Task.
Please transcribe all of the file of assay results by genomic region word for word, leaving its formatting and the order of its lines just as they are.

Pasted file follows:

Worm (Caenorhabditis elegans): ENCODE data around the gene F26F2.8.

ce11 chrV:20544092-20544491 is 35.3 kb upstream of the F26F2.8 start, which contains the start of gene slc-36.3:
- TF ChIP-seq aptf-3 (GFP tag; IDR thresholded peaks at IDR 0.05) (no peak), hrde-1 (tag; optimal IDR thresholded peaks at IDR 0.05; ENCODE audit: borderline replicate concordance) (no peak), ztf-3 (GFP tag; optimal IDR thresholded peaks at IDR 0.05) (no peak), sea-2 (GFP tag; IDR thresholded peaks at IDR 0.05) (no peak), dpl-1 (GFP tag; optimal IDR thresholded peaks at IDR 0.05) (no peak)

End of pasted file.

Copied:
Worm (Caenorhabditis elegans): ENCODE data around the gene F26F2.8.

ce11 chrV:20544092-20544491 is 35.3 kb upstream of the F26F2.8 start, which contains the start of gene slc-36.3:
- TF ChIP-seq aptf-3 (GFP tag; IDR thresholded peaks at IDR 0.05) (no peak), hrde-1 (tag; optimal IDR thresholded peaks at IDR 0.05; ENCODE audit: borderline replicate concordance) (no peak), ztf-3 (GFP tag; optimal IDR thresholded peaks at IDR 0.05) (no peak), sea-2 (GFP tag; IDR thresholded peaks at IDR 0.05) (no peak), dpl-1 (GFP tag; optimal IDR thresholded peaks at IDR 0.05) (no peak)